Melinda made Parmesan-crusted chicken and tortellini for dinner. It was delicious and everyone inhaled it, but when we were finished, Josephine had a graveyard of tomatoes on her plate.
“How come you didn’t eat any of the tomatoes?” Melinda asked.
“I don’t like the tomatoes,” she said.
“I don’t like tomatoes either,” Dominic said, “but I don’t want Mommy to yell at me for not eating them, so I just swallow them whole. That way, I don’t have to taste them.”
“That’s one way to do it,” I said.
I can sympathize with them. I didn’t like tomatoes when I was younger either. Mine was less of a taste preference, however, and more as a result of an irrational fear of killer tomatoes.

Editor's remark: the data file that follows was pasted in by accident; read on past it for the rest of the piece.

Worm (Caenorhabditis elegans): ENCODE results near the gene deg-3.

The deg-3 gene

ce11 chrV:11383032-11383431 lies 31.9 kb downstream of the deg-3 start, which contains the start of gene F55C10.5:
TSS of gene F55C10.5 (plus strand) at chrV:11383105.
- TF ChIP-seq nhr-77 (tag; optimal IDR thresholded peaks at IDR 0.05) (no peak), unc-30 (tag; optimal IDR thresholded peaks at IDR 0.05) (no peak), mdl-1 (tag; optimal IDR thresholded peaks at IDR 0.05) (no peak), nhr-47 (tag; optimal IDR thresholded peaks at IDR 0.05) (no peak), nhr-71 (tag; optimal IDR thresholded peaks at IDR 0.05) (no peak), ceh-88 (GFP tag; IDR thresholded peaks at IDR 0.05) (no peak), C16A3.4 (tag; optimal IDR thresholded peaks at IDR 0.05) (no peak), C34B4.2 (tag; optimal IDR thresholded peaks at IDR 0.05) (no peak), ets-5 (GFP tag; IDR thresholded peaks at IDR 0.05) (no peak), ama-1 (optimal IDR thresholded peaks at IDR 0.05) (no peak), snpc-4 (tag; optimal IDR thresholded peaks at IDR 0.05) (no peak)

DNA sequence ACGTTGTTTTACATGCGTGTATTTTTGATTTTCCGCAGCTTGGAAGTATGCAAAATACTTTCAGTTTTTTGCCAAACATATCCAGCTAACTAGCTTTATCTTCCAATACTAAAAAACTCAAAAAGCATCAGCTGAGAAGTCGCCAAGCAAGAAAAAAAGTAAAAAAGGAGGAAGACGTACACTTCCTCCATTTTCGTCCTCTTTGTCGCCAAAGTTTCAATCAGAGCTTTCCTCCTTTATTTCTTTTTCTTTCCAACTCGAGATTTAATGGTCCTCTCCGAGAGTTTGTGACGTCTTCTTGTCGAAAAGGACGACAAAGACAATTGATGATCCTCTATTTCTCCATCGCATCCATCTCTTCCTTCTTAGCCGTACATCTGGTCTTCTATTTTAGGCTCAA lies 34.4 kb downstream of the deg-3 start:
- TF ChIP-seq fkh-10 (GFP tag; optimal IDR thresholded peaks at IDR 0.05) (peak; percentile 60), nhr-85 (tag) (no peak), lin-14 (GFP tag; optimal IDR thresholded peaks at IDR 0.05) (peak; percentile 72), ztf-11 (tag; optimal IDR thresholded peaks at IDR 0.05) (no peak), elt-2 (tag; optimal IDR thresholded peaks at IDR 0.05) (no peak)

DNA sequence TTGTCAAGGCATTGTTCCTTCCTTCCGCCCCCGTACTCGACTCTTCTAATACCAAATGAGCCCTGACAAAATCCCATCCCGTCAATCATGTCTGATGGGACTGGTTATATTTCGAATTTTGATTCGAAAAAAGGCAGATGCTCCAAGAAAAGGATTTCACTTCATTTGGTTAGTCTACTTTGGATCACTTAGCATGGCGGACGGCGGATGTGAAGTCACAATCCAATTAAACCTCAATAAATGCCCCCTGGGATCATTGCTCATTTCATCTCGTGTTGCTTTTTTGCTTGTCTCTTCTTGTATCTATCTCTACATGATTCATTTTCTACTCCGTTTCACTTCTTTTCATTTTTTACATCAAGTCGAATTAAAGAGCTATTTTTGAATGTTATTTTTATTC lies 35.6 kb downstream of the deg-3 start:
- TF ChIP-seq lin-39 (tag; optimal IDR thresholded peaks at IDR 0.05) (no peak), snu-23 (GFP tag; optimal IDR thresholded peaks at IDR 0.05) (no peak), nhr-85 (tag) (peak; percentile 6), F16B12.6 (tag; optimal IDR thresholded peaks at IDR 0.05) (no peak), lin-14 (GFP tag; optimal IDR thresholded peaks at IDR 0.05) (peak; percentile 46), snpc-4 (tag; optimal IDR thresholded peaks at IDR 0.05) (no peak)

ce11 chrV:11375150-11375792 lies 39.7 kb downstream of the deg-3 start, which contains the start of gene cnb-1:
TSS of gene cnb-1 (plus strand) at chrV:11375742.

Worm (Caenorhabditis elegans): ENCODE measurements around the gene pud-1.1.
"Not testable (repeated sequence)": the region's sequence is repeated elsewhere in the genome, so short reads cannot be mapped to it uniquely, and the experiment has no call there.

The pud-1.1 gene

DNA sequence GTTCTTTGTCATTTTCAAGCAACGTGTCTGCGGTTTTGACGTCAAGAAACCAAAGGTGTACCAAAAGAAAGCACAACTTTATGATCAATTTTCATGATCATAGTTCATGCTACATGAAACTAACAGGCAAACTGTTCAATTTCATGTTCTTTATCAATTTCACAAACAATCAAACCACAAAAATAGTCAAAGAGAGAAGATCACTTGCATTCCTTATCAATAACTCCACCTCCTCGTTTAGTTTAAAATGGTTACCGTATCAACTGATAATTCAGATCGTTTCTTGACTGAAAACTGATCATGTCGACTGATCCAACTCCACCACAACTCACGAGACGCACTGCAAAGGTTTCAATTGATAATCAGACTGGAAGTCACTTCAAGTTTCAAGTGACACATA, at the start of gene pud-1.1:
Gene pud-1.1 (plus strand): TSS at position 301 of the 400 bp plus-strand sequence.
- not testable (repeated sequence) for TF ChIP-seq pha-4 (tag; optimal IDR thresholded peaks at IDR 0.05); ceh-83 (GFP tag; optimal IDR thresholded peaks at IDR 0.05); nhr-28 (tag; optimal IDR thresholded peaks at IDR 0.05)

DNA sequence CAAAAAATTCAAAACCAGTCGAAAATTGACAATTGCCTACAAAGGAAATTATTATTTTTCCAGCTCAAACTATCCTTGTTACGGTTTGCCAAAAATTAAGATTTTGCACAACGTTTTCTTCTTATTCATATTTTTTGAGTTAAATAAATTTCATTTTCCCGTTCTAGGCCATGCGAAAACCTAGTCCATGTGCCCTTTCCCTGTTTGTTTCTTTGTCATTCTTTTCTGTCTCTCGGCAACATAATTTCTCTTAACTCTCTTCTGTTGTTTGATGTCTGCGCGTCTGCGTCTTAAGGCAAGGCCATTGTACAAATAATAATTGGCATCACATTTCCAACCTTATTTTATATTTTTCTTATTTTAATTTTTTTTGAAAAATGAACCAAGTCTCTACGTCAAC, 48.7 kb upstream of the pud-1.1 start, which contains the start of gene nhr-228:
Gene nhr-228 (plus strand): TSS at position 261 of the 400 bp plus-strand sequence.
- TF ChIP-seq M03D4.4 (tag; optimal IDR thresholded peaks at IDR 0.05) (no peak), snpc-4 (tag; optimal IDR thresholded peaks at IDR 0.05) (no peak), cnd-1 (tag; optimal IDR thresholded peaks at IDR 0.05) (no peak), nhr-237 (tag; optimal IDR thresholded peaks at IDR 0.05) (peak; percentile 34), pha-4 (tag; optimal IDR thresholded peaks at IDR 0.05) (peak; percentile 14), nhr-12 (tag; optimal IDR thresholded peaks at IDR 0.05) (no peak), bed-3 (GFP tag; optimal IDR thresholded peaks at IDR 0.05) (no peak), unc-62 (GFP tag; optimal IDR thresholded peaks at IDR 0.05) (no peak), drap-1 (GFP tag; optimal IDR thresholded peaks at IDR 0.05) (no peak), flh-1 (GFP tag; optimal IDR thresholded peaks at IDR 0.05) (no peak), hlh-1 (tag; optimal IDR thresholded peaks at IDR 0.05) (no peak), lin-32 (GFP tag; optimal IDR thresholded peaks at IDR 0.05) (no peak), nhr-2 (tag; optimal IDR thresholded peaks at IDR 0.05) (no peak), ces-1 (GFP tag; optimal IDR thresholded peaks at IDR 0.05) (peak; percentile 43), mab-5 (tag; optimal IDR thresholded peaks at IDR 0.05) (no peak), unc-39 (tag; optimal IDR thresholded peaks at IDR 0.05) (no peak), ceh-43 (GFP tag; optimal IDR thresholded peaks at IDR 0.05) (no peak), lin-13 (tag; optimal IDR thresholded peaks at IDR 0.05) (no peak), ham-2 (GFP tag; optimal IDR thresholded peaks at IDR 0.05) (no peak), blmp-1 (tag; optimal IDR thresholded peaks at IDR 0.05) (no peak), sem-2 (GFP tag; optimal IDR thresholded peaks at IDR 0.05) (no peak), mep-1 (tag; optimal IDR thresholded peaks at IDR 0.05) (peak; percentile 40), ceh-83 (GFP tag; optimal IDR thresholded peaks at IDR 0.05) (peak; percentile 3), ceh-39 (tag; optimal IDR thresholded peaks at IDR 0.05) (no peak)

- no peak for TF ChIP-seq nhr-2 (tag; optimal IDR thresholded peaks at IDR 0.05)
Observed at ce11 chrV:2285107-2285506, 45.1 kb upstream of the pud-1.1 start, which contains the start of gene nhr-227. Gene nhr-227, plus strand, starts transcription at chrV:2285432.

This one time we rented a movie called Attack of the Killer Tomatoes, a movie about a breed of tomatoes who for unknown reasons come alive and seek their revenge on their comrade-munching humans. It’s supposed to be a comedic spoof on genre horror, but I must have been too young to process the satire, because I spent the next several years afraid each bite of tomato would bite back.
I shared this with the dinner table, and Josephine’s eyes grew wide. “Can that really happen.”
“Of course not,” Melinda said. “Tomatoes cannot bite you.”
I shrugged. “You never know, though.”
Jo looked down at her plate and pushed it away.